SIX GUIDELINES TO AN INTERVIEW
1. It’s about the employer’s need, not your own.
You are there as an answer to your prospective employer’s problem or need. Therefore focus first on the employer’s need, not your own. Sometimes job candidates are so focused on the “what is in it for me” syndrome that they forget about the main interview objective. That objective is to get to the next step in the process. To be considered. If a candidate fails at the first step, salary, benefits, and flexibility, the keys to the washroom, and a lap top computer do not matter. Leave questions about compensation and benefits for later in the interview process, and only ask them after the employer has expressed some interest in offering you the position. Additionally, candidates who have the qualifications the employer needs and who can present themselves well, often can obtain a higher offer than they initially expected.
2. Dress for the occasion.
Even if you are just going into a facility to pick up an application, dress professionally. Leave the sundresses, sandals, tank top, cutoffs, and other casual attire at home. If you wear perfume or after-shave, use it sparingly. Even if the new workplace is casual, it is best to be conservatively and professionally dressed. Interviewees may find themselves talking to someone on an impromptu basis. Dressing professionally makes an individual look and feel more confident also. First impressions count. One vocational counsellor suggests that “It takes 15 seconds to make a first impression, so make a good one.” My experience as a Career Coach is that within 3 to 5 seconds, an opinion is formed.
3. Arrive early.
Arrive at least 10 minutes early for the interview and know the exact spelling and pronunciation of the interviewer’s name. You will have time to do this by asking the receptionist. Take note of the person’s title, name, address, and the location of the organization, as this will be needed to send a thank-you letter after the interview. Spell the interviewer’s name properly. Several employers I have talked to often reflect that they would be hesitant to hire someone who cannot pay enough attention to detail, to even take the time to spell their names correctly.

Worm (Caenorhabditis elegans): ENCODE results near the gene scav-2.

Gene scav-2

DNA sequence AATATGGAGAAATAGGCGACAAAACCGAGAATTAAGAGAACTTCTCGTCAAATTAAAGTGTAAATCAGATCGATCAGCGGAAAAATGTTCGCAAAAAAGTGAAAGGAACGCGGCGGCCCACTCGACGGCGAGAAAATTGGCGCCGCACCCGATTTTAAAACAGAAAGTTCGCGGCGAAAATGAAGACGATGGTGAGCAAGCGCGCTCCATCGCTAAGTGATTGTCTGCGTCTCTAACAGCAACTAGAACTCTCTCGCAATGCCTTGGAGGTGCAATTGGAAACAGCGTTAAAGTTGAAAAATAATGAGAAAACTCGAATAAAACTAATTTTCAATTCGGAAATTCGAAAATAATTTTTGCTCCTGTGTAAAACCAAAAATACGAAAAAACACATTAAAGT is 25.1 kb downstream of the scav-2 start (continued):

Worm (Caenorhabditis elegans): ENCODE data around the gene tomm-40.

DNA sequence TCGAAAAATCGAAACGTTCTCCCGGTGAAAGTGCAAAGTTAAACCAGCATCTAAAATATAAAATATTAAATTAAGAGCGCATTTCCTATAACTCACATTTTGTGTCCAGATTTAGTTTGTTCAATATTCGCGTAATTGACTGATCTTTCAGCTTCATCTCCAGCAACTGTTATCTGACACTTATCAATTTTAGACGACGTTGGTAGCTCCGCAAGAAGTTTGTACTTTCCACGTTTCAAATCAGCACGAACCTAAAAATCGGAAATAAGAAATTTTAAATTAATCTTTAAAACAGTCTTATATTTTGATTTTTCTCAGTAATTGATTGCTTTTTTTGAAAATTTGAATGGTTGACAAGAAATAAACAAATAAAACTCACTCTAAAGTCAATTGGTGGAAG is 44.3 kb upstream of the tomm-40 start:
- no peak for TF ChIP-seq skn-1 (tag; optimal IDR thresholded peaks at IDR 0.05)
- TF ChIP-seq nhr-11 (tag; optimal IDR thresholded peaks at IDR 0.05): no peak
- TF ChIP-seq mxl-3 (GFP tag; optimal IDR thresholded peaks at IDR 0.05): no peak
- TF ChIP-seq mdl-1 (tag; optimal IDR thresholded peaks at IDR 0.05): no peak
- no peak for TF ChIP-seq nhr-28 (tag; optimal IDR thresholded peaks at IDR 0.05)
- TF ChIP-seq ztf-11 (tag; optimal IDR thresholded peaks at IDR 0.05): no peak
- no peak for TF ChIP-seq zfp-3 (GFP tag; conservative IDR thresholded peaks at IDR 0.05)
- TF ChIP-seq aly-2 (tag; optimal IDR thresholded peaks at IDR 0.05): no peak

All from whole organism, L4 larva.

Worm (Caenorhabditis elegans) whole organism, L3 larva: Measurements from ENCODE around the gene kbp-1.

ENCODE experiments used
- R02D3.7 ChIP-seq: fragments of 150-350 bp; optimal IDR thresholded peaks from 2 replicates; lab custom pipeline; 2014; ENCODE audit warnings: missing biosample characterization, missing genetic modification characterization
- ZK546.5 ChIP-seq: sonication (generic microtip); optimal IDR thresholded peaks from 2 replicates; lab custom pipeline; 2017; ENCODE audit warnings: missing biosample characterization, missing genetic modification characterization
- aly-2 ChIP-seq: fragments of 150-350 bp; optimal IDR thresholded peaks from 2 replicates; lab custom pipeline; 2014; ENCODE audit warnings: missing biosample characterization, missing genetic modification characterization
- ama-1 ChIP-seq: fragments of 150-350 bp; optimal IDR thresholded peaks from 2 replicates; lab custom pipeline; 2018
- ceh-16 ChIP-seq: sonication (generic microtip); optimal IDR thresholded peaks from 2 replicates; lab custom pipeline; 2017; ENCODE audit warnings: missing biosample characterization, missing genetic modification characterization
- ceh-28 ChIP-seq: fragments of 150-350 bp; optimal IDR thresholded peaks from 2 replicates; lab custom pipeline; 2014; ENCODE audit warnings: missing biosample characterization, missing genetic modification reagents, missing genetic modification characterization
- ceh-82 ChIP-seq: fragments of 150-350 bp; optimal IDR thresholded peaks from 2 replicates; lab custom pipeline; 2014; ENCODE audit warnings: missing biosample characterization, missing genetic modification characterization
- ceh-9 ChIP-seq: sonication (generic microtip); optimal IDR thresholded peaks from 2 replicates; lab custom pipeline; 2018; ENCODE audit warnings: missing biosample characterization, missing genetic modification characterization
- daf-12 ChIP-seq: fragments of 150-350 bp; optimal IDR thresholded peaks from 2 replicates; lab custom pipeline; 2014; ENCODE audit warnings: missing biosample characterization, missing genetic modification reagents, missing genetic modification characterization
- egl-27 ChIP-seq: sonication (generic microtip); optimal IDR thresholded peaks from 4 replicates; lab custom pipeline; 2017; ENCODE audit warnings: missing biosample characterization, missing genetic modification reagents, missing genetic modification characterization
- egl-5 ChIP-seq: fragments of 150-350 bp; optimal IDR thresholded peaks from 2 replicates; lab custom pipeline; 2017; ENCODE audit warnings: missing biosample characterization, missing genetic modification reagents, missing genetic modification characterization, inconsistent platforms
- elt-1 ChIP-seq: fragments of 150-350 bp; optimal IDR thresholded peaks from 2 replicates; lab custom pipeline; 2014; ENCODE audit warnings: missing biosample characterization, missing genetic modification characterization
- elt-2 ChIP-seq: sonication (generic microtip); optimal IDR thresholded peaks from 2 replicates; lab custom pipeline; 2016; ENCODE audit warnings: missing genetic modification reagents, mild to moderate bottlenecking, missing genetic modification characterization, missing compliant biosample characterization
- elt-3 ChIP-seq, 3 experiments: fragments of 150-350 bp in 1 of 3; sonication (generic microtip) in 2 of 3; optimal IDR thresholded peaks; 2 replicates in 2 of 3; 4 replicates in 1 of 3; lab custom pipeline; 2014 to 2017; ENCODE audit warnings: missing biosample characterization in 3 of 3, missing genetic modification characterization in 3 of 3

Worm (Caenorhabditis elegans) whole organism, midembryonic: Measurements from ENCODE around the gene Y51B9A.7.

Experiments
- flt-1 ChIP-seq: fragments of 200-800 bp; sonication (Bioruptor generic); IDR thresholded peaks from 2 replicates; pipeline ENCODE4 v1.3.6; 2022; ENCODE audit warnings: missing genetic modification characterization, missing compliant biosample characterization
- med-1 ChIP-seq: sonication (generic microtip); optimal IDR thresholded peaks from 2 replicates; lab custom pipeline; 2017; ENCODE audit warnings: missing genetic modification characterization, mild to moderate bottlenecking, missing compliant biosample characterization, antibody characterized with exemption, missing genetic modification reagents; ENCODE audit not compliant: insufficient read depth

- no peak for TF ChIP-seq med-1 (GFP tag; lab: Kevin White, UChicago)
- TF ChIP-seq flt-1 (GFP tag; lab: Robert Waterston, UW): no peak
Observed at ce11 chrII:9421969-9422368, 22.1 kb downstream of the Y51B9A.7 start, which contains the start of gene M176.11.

4. Be prepared to answer behavioral interviewing questions.
Behavioral interviewing is a technique that is becoming increasingly popular with many hiring managers. I have found that the best predictor of future behavior is one’s past behavior.
In a behavioral-based interview, the hiring manager may ask a series of questions that probe deeper into previous on-the-job experiences or actions. For example, the hiring manager may say, “Tell me about a specific situation with your last employer in which you really were bothered by the actions of a co-worker.” The manager then may follow up with another question that asks the applicant to describe the results and effects of his or her particular action.
5. Ask appropriate questions.
The interview is not only an opportunity for applicants to share information about their background, but it also is a time for them to find out about their prospective employer. Questions initially need to be focused on the employer’s needs and not, as mentioned earlier, be about salary or benefit packages. For example, the candidate may ask the employer about goals for the position in question, including immediate and long-term goals. What challenges has the department faced in the past? What opportunities are there for the future? Who held the position before this? If the predecessor received a promotion, what accomplishments led to the promotion? What personality style and cluster of characteristics would a successful person need to have to do the job well?
6. Ask for the job.
At the end of the interview, an applicant who likes the way the interview has progressed needs to ask for the job. This is one of the most important parts of the interview that so often gets omitted or forgotten. After thanking the interviewer for his or her time, the applicant must tell the interviewer clearly that he or she would like to be considered for the position. Unless you do this, the interviewer has no way of knowing that you are still interested. Not hearing that question, they may form their own conclusion that something in the interview caused you to change your mind about wanting that job.